Google workers protest against censored research in China: NPR

A security guard stands in front of Google's booth at the China International Import Expo earlier this month in Shanghai.

Johannes Eisele / AFP / Getty Images

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Johannes Eisele / AFP / Getty Images

A security guard stands in front of Google's booth at the China International Import Expo earlier this month in Shanghai.

Johannes Eisele / AFP / Getty Images

Updated at 9:40 am ET

Several Google employees have publicly announced their opposition to the technology giant's plans to create a search engine tailored to the requirements of Chinese censorship.

The project, named Dragonfly, would block some websites and search terms determined by the Chinese government – an initiative that, according to at least nine Google workers, equates to allowing "state surveillance".

"We are among thousands of employees who have raised our voices for months." International human rights organizations and investigative reporters have also sounded the alarm, highlighting serious human rights concerns and repeatedly calling Google to cancel the project, "said the first signatories of the letter, who posted his open letter on Medium.

"Until now," they added, "our management's response has been unsatisfactory."

In a project shared with NPR prior to its release, employees initially claimed that company executives had offered "no satisfactory answer".

News from the program was first posted on The Intercept, which reported in August that the custom search engine would "list websites and search terms related to human rights, democracy, religion and peaceful demonstrations ".

Other media, such as The New York Times, corroborated Intercept's reports, noting Google's desire to exploit the vast Chinese market, even though the addition of work on the project does not necessarily mean that its publication is imminent.

Once Google used a similar version of its search engine with similar censorship, it withdrew from the country in 2010 as a result of frictions with Beijing and a violent reaction in the United States.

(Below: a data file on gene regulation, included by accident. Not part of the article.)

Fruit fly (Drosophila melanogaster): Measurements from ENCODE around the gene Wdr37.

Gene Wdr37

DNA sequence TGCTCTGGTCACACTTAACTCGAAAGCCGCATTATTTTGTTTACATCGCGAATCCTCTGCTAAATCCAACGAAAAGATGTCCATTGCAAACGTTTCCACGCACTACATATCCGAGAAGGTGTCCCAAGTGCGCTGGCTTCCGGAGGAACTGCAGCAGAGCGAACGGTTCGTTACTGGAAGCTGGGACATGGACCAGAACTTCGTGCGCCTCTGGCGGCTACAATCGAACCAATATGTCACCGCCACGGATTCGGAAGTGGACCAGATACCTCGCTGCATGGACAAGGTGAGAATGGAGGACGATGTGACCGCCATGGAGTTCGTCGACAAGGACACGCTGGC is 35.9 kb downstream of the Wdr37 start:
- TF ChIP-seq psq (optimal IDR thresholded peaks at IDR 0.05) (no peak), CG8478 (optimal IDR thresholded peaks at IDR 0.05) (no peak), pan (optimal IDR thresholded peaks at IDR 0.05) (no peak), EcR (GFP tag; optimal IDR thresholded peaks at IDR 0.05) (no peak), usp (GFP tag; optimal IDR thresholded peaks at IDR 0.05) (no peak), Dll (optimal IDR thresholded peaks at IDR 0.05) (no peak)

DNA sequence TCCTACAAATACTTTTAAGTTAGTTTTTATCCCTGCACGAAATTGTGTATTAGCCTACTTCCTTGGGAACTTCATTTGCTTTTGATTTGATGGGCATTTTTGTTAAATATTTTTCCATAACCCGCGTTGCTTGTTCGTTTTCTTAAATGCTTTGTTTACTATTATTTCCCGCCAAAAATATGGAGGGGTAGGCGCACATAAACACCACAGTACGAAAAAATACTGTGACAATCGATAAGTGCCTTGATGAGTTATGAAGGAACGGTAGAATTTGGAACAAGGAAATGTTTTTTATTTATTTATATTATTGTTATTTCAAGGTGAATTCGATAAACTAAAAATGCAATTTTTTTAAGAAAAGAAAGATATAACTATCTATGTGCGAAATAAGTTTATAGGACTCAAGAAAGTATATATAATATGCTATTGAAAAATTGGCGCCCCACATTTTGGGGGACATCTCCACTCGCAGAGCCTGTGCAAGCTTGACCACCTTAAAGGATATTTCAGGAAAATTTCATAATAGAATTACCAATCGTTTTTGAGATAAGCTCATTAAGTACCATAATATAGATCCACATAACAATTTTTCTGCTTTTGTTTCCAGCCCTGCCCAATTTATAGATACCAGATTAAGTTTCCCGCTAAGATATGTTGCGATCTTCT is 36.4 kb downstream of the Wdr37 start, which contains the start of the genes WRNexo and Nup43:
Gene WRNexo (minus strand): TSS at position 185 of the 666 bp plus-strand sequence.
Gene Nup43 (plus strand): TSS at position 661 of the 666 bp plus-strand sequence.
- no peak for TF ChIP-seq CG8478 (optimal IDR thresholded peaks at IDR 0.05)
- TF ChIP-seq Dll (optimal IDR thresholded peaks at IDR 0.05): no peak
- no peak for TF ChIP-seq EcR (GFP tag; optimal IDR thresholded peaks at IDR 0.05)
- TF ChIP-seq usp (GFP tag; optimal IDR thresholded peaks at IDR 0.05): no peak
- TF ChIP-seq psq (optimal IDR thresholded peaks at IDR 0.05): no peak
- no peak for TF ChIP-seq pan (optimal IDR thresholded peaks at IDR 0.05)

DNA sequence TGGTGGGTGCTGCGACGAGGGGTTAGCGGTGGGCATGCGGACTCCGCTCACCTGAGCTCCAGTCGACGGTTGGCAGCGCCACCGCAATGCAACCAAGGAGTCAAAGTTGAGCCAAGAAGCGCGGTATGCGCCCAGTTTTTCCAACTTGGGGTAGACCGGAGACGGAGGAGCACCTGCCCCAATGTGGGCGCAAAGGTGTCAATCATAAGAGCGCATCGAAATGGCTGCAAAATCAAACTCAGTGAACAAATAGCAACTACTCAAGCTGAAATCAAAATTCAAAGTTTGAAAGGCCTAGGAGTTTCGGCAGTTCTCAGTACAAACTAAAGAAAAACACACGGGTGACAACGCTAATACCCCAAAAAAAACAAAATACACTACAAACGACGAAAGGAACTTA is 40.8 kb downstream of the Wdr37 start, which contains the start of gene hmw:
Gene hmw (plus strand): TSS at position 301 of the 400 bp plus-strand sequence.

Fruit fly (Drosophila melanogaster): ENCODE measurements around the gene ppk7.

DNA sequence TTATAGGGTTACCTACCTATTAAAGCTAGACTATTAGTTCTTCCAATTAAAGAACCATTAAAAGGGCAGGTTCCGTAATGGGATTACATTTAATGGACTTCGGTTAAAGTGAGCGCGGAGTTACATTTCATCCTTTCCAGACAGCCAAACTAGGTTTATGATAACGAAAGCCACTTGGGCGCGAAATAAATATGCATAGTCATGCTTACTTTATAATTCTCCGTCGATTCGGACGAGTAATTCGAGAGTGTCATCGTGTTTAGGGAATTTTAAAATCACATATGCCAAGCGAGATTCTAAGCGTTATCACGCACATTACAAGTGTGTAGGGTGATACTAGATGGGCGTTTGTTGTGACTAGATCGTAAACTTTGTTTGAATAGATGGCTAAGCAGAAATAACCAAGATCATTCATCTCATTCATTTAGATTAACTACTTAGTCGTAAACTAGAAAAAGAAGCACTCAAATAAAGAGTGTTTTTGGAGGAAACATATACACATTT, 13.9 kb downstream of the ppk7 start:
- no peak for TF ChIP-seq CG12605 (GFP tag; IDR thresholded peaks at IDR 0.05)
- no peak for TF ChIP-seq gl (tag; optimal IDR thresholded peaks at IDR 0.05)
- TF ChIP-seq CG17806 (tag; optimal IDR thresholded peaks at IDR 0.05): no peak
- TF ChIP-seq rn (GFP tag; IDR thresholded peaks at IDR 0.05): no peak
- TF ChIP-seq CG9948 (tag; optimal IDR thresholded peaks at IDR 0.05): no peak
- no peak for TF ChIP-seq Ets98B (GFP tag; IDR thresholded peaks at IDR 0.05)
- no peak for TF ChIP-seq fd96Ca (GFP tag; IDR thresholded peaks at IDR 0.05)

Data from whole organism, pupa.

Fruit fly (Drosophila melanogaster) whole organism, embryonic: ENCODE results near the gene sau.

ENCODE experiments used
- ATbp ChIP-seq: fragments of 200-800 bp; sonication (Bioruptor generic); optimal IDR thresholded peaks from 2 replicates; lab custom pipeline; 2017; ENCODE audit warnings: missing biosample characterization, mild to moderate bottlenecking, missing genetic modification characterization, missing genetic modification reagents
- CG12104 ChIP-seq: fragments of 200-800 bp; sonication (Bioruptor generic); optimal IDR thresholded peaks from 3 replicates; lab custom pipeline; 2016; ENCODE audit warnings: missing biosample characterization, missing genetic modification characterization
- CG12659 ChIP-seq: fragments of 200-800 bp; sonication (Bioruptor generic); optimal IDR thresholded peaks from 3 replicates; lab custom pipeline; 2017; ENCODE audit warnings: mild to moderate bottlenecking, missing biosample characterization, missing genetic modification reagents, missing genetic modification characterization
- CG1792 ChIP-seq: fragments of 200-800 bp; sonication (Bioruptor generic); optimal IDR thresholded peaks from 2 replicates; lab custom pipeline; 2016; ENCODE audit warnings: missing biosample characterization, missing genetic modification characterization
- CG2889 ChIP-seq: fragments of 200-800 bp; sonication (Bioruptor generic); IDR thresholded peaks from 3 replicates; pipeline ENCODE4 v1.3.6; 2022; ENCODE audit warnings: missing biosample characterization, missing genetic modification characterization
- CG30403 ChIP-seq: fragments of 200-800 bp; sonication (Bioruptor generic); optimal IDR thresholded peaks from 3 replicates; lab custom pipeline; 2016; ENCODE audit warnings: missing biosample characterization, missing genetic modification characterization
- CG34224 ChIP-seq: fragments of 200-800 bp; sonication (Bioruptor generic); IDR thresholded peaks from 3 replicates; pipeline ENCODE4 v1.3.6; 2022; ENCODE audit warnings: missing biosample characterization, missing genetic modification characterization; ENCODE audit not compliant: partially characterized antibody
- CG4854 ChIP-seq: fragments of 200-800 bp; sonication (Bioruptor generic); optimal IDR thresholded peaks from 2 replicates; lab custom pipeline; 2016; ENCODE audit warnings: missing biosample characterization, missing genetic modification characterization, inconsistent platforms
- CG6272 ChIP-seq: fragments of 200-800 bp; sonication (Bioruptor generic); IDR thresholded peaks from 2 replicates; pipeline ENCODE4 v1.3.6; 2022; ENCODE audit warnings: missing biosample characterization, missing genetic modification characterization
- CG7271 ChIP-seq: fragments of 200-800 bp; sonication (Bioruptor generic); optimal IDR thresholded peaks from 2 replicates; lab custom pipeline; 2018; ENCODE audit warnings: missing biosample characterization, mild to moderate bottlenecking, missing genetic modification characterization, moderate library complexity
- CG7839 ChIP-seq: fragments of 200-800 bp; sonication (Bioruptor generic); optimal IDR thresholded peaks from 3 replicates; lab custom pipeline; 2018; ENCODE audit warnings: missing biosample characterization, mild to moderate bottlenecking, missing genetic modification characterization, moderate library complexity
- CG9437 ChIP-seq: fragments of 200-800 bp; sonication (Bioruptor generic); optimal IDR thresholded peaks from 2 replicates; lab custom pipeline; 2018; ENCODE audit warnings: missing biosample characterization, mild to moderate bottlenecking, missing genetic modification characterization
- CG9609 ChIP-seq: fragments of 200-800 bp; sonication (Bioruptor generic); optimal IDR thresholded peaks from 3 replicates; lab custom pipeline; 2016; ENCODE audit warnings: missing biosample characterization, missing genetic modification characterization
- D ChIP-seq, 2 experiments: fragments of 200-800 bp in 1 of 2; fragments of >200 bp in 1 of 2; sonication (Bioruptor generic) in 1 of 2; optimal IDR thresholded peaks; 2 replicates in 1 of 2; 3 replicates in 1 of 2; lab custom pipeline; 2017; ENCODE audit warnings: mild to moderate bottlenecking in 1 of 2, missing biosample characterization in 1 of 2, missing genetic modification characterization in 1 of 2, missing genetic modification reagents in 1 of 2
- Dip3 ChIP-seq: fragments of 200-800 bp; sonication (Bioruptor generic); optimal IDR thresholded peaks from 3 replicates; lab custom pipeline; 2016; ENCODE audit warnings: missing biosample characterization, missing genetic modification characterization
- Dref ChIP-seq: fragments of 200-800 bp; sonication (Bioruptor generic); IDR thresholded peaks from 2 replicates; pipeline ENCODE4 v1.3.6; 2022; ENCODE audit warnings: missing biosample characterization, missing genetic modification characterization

Employees are not alone in expressing dismay at reports on the development of the new project. In fact, they published their letter the same day that Amnesty International launched its own demonstration. The human rights organization announced that it would contact Google staff to add its name to a petition calling on the CEO, Sundar Pichai, to abolish the project even before it. it can not be launched.

"This is a decisive moment for Google," said Joe Westby, Amnesty International's researcher on technology and human rights, in a statement on Tuesday. "As the number one search engine in the world, it should be fighting for an Internet where information is freely available to all without supporting the dystopian alternative of the Chinese government."

It's also not the first time that Google executives are being squeezed out of their own ranks by the policies of their company. The technology giant has decided not to renew its contract with the Pentagon after its employees revolt against a controversial project using artificial intelligence for the analysis of drone sequences.

"Many of us have accepted a job at Google keeping in mind the values ​​of the company, including its previous position on Chinese censorship and surveillance, and understanding that Google was a company willing to put its values ​​above its profits, "said the employees in their letter of Tuesday. .

"After a year of disappointment, especially with the Maven project, Dragonfly and Google's support for abusers, we no longer believe that it is, and that's why we take a stand." they wrote.

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